Well, I’ve said it before and I’ll say it again, I love collards! I’ve never treated them quite like this, but I thought it was delicious. Collards have a textural assertiveness that went perfectly with the bright sharp flavors of capers and olives. This was very simple to put together. If you added some beans to the dish (white would be nice!) and served it with rice or pasta, you’d have a quick meal.

Here’s Rebel Waltz from The Clash
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Baked chocolate-coated cake donuts

Chocolate covered cake donuts

Chocolate covered cake donuts

This morning was dark and gloomy, and when the rain finally came it felt like morning had never happened, we were cast right back into the night. But the sun eventually came out, and I walked to the bank and cashed a savings bond I’ve had for thirty years, and I went to the magical used book store across the street, which always has exactly what you want when you want it, to buy a biography of Jean Vigo. Jean Vigo made four films, and he died at the age of 29 in 1934. A lot has been written about Jean Vigo, and I don’t have much intelligent film criticism to add, or any revelatory biographical details, so I’ll just tell you why I’d like to meet him. Holden Caulfied said that he knew he loved a book when he wanted to write a letter to the author once he’d finished it. I know I love a film when I want to sit with the auteur over a glass of wine, and talk about film, and plan our next shoot. I feel that way about Vigo more than any other director I can think of. Vigo worked in a partnership with cinematographer Boris Kaufman (brother of Dziga Vertov). Kaufman described filming with Vigo, even in physically harsh conditions with little time and money, as “Cinematic paradise.” Apparently Vigo was demanding but kind and very funny. I love to think about their friendship. I imagine that Kaufman was precise and technically skilled, and Vigo was vague and anarchic, but somehow they inspired each other, they found a balance to shoot wild, emotionally beautiful, beautifully filmed scenes. I’d like to be friends with them, too. I believe that people have different kinds of intelligence. The other night, in a half-awake state, I aligned these with the elements. Some have a practical, earthy intelligence; some have a fiery and passionate intelligence that’s focussed and burns very bright; some have an airy and intellectual intelligence, far-reaching and dry. And some have a watery intelligence, vague, changing, emotional. Of course, most people have some combination of these, but for me, personally, it’s mostly watery. Jean Vigo’s films are beautifully watery. Literally, in most cases–A propos de Nice is set by the sea, Tari, Roi de L’eau is a portrait of a simmer, and L’atalante takes place on a barge. And they also have a fluid, luminous quality, like light through water, stylistically and emotionally. Like water, they follow exactly the path they’re supposed to follow, along the river bank or surging to the shore, but they’re riotous and unexpected, too, and spill out over anything that attempts to restrict them or tie them down. Vigo has been called one of the early advocates of poetic realism. And it’s true that his films are a delightful combination of near-documentary prosody with beautiful flights of fancy and dream-like forays into characters’ imaginations. But he shows imagination and poetry as an essential part of reality, not a departure from it, and so I believe it is. We spend at least half our lives dreaming, and we only understand the world as we filter it through the strange web of our own minds. Vigo’s very ordinary characters are fascinating and lovely because he gives us a glimpse into the beautiful chaos of their thoughts and desires. We see the every day cruelty and kindness of school children and their small moments of freedom and rebellion; we see the day-to-day life of a couple of newlyweds, and we watch as they pull apart and come together, as they lose each other and find each other, and grow to know and love one another. They’re drowning with longing, and confusion and desire have never been so beautifully rendered, or with such humor and honesty. Vigo’s films have such simplicity and grace, such sincerity and soul, but they’re also deeply political, even revolutionary. In watching them we see an uncanny representation of the world as it is, if only we’d take the time to notice–wild, unruly, unfair, mundane, magical, and deeply, abidingly beautiful.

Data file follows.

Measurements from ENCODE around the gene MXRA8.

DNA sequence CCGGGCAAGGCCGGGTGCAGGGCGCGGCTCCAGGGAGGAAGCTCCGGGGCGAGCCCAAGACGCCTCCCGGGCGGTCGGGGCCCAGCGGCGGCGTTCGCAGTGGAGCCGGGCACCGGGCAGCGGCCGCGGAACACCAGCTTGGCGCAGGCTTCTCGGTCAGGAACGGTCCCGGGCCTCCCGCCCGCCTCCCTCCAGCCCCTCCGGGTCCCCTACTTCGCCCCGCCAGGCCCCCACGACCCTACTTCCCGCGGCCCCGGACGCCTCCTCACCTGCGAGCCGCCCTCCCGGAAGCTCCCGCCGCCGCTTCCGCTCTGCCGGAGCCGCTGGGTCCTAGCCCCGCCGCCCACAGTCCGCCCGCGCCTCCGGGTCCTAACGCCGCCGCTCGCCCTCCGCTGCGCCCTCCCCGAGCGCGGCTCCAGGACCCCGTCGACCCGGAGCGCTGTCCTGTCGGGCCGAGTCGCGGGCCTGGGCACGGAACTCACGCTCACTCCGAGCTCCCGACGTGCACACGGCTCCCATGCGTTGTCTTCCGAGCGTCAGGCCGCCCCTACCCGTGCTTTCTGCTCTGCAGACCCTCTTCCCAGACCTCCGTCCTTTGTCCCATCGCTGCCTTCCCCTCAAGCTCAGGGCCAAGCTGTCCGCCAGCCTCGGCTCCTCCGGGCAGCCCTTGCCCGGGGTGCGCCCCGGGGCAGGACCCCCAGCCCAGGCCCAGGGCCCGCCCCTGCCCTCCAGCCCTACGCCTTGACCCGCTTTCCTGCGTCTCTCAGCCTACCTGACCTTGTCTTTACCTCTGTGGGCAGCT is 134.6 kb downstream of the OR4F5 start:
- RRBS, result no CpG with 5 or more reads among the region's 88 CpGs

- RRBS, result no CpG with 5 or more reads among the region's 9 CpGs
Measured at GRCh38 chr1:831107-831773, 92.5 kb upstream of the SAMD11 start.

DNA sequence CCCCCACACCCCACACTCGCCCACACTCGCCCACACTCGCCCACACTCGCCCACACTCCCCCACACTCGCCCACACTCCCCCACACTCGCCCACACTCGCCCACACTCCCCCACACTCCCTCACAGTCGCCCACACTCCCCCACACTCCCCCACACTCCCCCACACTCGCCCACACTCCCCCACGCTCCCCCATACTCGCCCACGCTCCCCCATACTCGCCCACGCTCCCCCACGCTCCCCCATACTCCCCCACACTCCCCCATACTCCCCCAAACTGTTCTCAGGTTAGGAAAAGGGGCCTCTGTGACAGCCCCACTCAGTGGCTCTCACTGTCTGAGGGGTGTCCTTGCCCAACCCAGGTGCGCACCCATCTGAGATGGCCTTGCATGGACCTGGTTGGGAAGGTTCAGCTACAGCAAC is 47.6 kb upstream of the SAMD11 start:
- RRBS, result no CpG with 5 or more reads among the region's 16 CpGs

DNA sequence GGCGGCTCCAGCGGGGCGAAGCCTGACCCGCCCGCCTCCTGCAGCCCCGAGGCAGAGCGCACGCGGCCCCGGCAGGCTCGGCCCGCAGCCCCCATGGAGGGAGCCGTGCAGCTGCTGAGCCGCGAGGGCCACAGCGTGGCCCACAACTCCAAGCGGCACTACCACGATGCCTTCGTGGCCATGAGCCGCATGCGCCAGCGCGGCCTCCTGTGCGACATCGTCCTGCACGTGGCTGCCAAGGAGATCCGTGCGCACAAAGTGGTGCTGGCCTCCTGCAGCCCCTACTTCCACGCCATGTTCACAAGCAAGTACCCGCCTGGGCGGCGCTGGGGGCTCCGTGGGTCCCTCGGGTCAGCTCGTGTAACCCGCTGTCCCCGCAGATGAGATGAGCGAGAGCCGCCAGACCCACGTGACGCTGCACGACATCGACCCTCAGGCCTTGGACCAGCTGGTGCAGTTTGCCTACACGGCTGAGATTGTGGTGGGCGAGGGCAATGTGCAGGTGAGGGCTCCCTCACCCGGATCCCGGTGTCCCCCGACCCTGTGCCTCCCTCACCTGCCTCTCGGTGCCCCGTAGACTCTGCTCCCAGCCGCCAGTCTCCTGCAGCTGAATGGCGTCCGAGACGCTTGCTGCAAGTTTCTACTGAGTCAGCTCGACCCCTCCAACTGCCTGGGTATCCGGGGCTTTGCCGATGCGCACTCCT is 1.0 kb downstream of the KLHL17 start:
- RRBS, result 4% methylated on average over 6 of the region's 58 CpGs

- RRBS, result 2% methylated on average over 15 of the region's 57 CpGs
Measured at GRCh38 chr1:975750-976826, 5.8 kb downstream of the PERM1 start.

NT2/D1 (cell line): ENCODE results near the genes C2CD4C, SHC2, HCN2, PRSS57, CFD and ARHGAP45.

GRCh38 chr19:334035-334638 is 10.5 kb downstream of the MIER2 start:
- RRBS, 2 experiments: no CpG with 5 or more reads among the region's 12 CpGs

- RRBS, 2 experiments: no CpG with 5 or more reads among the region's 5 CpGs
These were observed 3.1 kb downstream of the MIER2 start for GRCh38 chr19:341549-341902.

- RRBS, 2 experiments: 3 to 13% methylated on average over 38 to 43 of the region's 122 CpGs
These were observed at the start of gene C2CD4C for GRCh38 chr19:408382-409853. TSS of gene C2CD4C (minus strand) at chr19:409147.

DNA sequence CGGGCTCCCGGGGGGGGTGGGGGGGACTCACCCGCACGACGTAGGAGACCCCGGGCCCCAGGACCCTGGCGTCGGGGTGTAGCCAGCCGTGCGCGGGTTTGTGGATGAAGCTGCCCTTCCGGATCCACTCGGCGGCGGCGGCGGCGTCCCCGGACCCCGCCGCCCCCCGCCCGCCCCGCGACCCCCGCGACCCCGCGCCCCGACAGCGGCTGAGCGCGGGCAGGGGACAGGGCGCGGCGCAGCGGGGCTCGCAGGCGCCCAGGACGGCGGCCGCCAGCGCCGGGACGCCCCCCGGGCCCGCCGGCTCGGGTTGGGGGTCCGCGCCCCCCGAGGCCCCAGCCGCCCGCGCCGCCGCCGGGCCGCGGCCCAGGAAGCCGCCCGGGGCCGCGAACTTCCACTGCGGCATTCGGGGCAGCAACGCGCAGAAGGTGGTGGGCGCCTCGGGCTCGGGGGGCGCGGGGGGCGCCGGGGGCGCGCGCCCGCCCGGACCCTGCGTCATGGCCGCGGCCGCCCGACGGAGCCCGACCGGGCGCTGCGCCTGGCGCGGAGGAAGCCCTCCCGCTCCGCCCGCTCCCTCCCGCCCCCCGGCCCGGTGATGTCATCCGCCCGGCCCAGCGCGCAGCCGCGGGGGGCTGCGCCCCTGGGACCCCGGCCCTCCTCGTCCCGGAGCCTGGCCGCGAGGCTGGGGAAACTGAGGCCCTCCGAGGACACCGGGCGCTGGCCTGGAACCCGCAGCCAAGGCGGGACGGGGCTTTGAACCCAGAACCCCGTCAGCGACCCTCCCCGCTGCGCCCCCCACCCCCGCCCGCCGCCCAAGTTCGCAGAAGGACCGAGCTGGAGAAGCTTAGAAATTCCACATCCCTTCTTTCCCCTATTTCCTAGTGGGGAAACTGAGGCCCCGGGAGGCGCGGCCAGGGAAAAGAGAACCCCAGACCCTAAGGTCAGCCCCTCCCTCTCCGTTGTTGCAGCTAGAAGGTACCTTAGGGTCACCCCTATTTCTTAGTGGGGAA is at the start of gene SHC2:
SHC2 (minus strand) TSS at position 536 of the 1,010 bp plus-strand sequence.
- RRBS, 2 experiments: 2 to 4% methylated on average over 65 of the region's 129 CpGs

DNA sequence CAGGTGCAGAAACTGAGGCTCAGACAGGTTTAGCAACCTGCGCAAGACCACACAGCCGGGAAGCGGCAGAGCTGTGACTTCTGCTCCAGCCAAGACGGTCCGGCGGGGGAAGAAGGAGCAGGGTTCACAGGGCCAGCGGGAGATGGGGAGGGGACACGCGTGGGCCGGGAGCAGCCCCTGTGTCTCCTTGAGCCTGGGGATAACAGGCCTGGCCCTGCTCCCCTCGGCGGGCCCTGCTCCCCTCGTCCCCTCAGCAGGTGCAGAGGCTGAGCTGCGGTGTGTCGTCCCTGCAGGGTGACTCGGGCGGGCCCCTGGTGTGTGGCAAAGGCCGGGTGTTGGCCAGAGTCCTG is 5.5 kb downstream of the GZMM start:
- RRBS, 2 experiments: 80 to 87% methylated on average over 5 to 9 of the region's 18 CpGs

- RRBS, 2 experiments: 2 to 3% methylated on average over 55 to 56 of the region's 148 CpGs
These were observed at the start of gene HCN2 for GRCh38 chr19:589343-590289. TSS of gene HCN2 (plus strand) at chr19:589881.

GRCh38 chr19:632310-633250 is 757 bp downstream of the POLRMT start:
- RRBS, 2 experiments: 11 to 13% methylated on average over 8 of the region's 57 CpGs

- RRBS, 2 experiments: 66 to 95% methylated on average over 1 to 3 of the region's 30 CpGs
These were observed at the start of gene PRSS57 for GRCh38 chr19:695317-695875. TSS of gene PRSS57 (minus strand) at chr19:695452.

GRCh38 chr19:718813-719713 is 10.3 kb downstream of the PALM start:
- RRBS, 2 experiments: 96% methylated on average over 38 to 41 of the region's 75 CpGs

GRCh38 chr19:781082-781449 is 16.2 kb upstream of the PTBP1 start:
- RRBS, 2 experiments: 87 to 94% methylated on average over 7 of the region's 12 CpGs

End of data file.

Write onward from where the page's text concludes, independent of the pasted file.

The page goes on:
I made donuts! I’ve been thinking about it a while–Malcolm and I had some schemes in place. Yesterday, I just made some! I wanted to bake them, because I don’t like the smell of my kitchen after I fry something. Funnily enough, I’d spilled some butter in the oven the day before, so when I baked these the kitchen filled with smoke. Sigh. I adapted the recipe from a couple of old mennonite recipes (although their donuts were fried.) The resulting donut is quite dense and sweet-biscuity, but I believe this must be how donuts were intended to turn out, because they’re absolutely perfect for dunking in coffee. The chocolate melts, the donut softens, and then, as David says, you want more! I just bought some almond essence, after resisting for years. I resisted because I was semi-obsessed with it as a child, and put it in everything. Well…I am once again putting it in everything! It was nice here, though. It made the donut interesting without adding too much texture or craziness. You could replace it with cinnamon or lemon zest or any kind of flavoring you like. Or just leave it out altogether.

Here’s the theme from L’atalante by Maurice Jaubert, another of Vigo’s lifelong collaborators.